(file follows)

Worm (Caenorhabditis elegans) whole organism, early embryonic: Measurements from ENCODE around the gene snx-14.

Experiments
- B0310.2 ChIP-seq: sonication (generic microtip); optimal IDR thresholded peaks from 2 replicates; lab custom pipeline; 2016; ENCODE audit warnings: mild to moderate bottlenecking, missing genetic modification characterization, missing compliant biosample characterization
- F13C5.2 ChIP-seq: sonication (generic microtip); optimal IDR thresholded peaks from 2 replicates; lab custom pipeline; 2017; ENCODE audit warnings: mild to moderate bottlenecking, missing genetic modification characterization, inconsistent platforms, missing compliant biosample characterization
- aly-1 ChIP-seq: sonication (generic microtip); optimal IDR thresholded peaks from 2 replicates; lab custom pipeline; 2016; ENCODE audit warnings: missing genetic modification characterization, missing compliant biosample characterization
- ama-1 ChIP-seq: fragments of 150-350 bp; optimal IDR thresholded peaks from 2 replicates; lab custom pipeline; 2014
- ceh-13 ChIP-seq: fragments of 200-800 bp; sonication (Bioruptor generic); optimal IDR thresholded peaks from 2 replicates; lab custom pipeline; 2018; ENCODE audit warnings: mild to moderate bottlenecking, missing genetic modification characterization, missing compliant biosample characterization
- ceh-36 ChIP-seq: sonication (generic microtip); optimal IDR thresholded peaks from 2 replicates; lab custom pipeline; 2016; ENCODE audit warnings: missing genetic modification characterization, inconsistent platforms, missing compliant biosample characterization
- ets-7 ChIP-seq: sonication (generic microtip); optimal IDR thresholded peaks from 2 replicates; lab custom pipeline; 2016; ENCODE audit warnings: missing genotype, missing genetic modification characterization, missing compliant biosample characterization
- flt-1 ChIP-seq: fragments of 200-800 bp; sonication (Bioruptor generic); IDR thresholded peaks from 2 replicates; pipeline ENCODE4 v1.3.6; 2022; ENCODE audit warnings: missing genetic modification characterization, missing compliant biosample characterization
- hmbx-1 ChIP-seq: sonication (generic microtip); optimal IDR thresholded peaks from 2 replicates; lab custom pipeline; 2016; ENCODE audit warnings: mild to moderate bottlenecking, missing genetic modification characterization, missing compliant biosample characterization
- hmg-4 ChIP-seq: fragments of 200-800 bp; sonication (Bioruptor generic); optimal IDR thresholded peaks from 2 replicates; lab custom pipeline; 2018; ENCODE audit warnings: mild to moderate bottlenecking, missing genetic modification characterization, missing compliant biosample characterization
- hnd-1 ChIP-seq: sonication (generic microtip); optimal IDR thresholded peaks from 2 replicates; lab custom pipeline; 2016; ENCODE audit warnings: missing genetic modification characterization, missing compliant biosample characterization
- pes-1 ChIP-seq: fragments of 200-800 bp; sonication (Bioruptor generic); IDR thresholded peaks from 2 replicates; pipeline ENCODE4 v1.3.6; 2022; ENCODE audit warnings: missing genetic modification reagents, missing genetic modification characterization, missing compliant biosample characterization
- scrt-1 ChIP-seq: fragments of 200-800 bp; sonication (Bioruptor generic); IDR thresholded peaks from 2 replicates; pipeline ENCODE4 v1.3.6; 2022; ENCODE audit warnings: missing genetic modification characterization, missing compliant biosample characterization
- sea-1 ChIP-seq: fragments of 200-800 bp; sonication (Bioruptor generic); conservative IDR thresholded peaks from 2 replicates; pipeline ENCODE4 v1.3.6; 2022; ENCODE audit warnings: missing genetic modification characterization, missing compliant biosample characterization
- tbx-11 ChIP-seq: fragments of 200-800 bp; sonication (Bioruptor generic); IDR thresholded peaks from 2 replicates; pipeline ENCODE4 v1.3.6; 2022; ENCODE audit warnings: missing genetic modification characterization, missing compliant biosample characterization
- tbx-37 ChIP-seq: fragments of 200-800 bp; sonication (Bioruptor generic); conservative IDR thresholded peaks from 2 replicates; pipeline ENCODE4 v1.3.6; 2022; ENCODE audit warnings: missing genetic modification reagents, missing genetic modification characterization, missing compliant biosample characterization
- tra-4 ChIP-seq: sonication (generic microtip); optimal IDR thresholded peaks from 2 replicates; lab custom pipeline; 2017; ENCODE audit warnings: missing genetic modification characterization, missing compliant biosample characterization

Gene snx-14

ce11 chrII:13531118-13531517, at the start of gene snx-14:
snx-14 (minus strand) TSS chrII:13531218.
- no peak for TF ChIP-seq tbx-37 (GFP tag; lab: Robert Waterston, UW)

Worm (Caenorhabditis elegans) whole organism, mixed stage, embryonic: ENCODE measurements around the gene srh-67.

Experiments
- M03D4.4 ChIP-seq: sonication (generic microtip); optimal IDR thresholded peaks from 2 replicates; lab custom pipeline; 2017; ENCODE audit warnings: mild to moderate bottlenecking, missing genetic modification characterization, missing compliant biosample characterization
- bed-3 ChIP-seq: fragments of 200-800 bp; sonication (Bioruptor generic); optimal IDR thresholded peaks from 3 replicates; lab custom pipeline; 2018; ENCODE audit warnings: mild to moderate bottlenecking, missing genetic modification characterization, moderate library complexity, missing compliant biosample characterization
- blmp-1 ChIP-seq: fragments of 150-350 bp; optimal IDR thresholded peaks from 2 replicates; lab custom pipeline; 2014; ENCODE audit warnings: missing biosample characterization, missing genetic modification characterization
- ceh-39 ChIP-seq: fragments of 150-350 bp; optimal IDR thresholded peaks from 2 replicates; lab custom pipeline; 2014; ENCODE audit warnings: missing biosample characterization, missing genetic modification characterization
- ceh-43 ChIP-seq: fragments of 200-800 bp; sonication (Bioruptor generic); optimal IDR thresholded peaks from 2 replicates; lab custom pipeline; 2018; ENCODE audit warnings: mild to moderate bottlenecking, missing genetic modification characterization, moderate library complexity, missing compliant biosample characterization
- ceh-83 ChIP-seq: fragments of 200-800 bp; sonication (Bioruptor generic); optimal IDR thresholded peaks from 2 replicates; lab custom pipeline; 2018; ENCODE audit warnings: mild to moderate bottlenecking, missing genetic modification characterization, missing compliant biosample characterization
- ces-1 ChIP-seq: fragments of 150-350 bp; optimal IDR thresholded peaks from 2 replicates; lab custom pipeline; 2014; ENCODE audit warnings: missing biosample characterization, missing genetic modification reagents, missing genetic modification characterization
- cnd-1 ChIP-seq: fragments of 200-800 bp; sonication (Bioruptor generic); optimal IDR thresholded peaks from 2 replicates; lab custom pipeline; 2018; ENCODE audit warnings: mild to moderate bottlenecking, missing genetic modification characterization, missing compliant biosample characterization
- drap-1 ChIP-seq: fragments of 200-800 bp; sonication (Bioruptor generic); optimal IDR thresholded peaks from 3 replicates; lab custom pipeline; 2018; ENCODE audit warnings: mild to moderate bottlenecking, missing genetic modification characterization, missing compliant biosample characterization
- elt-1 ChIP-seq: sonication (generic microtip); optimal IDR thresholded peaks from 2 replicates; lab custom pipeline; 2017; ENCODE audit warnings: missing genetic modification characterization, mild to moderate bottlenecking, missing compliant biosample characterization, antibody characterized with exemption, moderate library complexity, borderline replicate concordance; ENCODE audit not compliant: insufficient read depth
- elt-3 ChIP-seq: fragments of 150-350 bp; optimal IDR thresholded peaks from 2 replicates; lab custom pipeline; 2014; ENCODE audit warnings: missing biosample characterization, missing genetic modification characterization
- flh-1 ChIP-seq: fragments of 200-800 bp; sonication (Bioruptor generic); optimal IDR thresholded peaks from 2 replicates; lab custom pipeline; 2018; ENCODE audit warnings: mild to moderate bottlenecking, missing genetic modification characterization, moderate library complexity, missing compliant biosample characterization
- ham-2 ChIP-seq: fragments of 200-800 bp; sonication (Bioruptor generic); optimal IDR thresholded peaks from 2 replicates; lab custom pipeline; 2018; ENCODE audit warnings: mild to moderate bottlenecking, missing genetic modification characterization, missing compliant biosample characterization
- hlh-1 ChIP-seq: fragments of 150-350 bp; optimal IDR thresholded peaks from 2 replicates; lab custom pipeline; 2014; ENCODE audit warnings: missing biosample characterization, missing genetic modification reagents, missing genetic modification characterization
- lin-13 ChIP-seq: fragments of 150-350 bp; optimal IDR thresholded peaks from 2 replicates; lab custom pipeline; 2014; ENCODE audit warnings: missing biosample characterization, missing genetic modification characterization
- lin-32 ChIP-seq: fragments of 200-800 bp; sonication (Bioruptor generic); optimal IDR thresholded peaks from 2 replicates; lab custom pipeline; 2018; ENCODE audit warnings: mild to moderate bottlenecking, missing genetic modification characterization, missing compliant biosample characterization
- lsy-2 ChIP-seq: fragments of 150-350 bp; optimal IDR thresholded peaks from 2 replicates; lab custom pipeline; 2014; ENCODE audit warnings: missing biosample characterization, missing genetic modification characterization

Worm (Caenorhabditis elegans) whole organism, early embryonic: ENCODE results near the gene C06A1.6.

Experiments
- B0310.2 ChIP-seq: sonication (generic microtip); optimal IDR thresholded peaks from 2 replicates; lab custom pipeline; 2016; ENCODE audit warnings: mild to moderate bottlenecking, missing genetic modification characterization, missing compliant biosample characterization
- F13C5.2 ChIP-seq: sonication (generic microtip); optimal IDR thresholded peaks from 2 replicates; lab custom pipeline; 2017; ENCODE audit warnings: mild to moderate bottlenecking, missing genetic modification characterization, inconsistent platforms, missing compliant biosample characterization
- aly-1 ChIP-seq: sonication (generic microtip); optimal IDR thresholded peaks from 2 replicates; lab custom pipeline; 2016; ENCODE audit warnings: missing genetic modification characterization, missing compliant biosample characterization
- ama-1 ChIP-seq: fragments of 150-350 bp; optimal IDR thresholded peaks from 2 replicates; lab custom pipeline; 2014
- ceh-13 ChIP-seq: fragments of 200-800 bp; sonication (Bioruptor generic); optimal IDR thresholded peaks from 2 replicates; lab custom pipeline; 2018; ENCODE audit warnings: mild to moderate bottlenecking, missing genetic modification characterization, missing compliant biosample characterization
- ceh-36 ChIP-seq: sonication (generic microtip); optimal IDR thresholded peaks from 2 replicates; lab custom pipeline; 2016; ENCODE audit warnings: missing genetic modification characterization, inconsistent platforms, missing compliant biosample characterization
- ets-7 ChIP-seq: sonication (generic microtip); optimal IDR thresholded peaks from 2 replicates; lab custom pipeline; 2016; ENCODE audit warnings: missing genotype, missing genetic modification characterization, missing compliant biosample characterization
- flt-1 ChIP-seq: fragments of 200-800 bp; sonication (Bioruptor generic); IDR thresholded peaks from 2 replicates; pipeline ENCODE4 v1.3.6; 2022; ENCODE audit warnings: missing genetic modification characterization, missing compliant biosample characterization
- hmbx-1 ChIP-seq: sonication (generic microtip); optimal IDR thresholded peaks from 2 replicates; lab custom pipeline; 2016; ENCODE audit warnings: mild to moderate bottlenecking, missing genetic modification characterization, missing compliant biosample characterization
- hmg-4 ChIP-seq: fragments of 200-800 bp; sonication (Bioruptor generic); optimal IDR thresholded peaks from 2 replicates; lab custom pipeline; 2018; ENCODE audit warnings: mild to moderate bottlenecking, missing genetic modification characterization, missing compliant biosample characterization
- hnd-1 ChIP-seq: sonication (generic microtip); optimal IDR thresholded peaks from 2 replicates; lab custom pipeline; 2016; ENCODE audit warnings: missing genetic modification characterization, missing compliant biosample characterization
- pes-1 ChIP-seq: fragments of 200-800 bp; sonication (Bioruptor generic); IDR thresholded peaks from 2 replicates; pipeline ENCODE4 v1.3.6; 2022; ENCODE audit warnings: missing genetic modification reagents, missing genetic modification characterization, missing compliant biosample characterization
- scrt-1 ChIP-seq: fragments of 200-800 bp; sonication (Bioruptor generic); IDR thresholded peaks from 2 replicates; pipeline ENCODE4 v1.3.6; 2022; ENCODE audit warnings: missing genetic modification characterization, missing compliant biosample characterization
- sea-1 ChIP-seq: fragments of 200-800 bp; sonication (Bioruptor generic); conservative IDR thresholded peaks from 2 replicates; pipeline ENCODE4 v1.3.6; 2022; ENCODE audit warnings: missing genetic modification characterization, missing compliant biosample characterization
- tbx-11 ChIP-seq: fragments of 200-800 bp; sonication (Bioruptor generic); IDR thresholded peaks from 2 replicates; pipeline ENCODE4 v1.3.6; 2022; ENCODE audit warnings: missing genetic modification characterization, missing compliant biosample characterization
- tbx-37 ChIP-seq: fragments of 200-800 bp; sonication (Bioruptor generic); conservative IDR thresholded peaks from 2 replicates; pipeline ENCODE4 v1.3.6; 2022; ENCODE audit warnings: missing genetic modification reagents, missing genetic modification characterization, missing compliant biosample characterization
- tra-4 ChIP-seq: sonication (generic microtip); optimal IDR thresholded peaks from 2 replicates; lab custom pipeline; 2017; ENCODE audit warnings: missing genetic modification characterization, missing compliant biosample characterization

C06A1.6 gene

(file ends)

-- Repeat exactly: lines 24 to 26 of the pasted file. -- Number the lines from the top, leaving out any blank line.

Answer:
Worm (Caenorhabditis elegans) whole organism, mixed stage, embryonic: ENCODE measurements around the gene srh-67.

Experiments
- M03D4.4 ChIP-seq: sonication (generic microtip); optimal IDR thresholded peaks from 2 replicates; lab custom pipeline; 2017; ENCODE audit warnings: mild to moderate bottlenecking, missing genetic modification characterization, missing compliant biosample characterization